I pondered her offer, and thoughts of how I always loved going up to Hopi as a child were recalled.

I grew up in a magical place, there is a reason it is the birthplace of magic realism. My move to the USA (because I refuse to call it America, because frankly there is North America and South America and the USA being called America has never sat well with me) was not an easy transition, the USA doesn’t understand that kind of magic. There are exceptions to that. One such place was on my regular visits to Hopi as a newly transplanted child. There were two Hopi women who brought me back that magic. One was Helen Sekaquaptewa and the other was Elsie James and interestingly enough I just learned that they were related.

Elsie was local, and I got to see her more often. knew my great-great grandfather from when they both were at the Indian School in Phoenix, as a matter of fact he apparently introduced her to her husband. Whenever I would see Elsie, she would smile and tell me how much she loved my grandfather. She taught me how to make fry bread, often sitting with me at festivals at the heard Museum – teaching me the right consistency of the dough and the best way to pat the balls into a good piece of fry-bread, poking your fingers just so in the middle to prevent it from getting too puffed up when put in the oil. I cried deeply when I went to her funeral, she was extremely special to me.

Helen was the person that showed me that the special kind of magic from my youth in the Andes was present in the USA. I was relatively new to the USA, when my family went up to Hopi for a snake dance (probably back before non-Hopi were banned from freely joining them). I remember sitting on the roof, watching the most amazing ceremony – if you ever get a chance to see a snake dance, you should – they are memorable. I remember being in her kitchen, helping her fix food, and then I remember her taking me outside with her great-grandchildren to forage for wild spinach. Pointing out things that she thought I would find interesting as we walked to the edges of the village on the mesa.

So it was with these two influential Hopi women in my life that gave me a tie to my ancestors and the ability to see the magic in the land that I said yes to my mother, regarding a trip to what I could call my most local sacred space. It was a pilgrimage.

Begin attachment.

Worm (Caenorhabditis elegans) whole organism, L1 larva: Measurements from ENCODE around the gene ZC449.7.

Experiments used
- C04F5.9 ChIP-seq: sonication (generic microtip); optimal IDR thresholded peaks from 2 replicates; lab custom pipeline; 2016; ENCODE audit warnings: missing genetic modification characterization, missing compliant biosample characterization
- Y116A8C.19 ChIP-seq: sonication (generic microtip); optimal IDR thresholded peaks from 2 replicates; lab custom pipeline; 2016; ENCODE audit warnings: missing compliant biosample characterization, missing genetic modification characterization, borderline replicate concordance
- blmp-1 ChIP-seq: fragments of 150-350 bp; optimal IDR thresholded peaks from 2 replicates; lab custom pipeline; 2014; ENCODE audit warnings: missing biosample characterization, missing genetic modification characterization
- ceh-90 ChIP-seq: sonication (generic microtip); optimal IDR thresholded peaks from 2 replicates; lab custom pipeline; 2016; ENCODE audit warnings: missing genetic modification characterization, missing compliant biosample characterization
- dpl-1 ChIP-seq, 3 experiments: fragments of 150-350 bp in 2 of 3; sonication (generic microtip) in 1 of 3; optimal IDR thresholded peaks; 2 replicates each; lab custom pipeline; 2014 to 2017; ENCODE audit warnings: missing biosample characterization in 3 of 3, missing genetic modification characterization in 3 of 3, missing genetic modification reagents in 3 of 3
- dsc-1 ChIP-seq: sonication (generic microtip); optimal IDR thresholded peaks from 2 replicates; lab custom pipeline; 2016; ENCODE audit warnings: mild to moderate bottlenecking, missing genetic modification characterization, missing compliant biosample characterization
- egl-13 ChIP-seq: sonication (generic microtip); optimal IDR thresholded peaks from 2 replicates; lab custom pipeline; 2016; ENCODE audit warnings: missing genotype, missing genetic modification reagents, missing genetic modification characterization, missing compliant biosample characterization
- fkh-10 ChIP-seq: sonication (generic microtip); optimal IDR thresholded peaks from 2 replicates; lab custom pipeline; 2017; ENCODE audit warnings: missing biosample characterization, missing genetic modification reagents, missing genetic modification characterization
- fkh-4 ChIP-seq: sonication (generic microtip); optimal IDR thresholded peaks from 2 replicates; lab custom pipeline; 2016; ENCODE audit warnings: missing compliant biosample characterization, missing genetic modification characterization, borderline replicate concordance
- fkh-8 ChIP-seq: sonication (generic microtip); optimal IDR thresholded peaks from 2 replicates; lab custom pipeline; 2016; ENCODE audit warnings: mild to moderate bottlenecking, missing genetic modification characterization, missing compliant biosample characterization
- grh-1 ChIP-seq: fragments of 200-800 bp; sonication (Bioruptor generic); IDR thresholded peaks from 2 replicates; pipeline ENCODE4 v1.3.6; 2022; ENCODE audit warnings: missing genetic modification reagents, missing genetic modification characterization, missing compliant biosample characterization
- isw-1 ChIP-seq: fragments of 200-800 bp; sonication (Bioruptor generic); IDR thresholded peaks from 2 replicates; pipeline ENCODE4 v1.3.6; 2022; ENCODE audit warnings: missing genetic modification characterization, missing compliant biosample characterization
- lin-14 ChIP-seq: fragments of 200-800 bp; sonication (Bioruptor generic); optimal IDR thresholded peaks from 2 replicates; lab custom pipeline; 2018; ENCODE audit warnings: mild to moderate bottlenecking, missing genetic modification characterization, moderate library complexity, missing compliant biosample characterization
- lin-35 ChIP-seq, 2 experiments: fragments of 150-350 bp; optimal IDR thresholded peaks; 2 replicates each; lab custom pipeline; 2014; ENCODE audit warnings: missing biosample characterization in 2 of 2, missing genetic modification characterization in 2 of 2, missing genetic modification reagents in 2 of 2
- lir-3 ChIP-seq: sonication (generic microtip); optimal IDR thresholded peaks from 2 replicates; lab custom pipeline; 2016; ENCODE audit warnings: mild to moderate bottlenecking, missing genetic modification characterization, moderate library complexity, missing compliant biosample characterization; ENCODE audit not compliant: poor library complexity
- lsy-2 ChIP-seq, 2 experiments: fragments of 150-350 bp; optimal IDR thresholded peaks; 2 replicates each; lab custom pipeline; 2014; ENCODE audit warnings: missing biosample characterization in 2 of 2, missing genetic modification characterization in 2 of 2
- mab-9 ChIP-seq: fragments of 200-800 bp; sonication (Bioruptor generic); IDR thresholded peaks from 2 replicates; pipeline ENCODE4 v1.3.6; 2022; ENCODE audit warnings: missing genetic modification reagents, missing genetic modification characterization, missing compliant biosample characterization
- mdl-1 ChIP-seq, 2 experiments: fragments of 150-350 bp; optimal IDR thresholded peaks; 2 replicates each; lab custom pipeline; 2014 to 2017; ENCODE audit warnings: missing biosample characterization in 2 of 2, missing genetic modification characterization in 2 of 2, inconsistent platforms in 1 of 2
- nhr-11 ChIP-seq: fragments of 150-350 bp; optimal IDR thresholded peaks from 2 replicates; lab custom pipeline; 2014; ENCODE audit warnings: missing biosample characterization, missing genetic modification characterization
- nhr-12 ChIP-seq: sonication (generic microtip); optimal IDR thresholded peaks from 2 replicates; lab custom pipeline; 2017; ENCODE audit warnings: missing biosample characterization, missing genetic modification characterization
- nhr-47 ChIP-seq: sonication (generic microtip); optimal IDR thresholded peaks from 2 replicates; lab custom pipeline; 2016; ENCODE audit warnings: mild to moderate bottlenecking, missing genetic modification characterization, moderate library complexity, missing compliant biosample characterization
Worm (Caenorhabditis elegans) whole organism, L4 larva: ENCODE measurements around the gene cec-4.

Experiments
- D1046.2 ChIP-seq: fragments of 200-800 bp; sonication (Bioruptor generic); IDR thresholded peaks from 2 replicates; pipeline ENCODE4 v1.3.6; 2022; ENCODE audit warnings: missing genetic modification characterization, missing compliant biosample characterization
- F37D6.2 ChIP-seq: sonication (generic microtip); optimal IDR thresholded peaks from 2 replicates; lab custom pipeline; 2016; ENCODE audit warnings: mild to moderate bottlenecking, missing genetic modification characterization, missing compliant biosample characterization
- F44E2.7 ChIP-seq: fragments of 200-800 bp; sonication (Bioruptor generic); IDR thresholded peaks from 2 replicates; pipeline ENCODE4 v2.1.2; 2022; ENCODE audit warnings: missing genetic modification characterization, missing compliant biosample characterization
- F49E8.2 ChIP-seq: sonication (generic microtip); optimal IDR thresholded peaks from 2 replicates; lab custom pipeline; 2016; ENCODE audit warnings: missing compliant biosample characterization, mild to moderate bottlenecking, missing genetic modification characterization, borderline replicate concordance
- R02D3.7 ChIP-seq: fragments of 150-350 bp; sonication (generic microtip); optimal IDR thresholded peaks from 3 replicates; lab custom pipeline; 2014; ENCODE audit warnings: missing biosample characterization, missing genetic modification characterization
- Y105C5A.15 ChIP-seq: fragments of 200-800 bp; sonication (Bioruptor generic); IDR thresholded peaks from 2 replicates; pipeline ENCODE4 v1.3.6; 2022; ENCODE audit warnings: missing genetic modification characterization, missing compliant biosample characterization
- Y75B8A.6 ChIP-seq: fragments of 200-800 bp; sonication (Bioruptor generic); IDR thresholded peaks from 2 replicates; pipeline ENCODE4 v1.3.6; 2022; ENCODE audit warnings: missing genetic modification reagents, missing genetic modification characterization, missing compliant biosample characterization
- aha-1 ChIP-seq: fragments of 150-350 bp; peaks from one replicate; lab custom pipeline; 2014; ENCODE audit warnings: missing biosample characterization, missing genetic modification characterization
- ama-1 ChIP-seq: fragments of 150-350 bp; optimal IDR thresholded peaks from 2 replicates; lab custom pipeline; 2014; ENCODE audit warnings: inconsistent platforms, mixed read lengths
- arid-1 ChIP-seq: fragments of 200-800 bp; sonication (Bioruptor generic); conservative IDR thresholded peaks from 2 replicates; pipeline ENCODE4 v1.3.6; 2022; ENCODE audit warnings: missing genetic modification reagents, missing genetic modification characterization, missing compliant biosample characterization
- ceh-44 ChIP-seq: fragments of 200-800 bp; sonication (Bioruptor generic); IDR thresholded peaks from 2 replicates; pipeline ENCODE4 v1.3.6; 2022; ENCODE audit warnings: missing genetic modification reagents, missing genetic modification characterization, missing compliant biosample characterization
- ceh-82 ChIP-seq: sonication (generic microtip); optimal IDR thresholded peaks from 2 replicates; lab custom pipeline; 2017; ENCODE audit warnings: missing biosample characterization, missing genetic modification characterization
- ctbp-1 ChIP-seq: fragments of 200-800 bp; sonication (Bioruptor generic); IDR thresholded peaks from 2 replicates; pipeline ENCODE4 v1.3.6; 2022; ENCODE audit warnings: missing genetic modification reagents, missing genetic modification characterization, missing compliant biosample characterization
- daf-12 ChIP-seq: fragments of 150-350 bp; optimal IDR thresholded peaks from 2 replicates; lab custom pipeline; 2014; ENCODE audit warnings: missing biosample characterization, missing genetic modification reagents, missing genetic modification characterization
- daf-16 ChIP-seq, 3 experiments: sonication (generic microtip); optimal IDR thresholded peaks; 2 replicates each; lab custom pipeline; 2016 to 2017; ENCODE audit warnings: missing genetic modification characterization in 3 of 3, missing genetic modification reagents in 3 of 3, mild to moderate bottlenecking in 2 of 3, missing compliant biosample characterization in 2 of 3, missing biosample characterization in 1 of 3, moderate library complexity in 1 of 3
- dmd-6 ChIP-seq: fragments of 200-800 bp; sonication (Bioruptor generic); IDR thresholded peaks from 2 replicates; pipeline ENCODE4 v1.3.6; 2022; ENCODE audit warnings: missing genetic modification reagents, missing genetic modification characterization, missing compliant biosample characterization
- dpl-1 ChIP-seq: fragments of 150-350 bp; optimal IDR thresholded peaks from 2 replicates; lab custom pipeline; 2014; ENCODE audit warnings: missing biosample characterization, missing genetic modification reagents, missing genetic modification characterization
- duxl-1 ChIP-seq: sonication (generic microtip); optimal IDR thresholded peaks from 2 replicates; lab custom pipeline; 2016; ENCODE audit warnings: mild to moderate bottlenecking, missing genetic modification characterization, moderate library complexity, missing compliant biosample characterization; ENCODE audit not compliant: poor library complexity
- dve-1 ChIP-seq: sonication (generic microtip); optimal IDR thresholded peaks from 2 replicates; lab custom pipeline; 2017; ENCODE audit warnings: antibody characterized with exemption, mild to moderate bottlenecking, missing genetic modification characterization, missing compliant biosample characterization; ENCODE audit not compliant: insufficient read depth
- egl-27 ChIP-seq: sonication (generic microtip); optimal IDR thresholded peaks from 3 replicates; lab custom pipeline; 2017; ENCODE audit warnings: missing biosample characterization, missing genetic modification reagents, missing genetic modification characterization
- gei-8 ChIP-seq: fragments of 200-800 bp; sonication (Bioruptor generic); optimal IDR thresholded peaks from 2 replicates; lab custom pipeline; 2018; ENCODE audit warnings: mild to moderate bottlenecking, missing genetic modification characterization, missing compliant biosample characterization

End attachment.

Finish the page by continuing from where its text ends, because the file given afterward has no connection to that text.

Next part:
The drive up to Winslow was nice, we took the route through Heber-Overgaard and Holbrook. The Hotel La Posada is a fabulous space, designed by Mary Colter. I have a friend who claims, and rightly so, that it is a space full of feminine power that one can draw upon. We dined at The Turquoise Room.

I struggle as I write the next parts, as I want to honor Hopi guidelines on etiquette and yet share my experience as it relates to coming to greater peace with my own mortality and my hopes that I am of a Pahana clan. I met a Hopi prophet once.

We drove up from Winslow through to Second Mesa and the Hopi Cultural Center (HCC), stopping at the Little Painted Desert (in Navajo) on the way.  One of the things I like about visiting the Hopi Cultural Center is that there are carvers at the edge of the park next door.  There is something special about meeting the person or their family when purchasing something from them. You can find baskets, teas, rattles, bows and arrows, sculptures and Kachinas. I was able to bring to my life, five Kachinas; Crow Mother, Grandmother & Long-Haired. and Snow Maiden & Warrior Maiden.

I didn’t bring Snow Maiden to me at first. We decided to drive to K-town and see what was going on. The story is that a bunch of MIT student drove through once and fixed up a bunch of their computers, promising to return only to not be seen again.  One of the people with me has a son that teaches there and so we went to take pictures to share with them and see if we could get some MIT students to return. The whole ride, the image of her was in my mind, she was beautiful. We drove back to the HCC and held in my heart that she was still there. She was. I talked to the artist and his friend (who made my Warrior Maiden). They shared that the dances were happening this week and that I might see the Snow Maiden if I visit the ones at Shungopovi.

Front and back of my Snow Maiden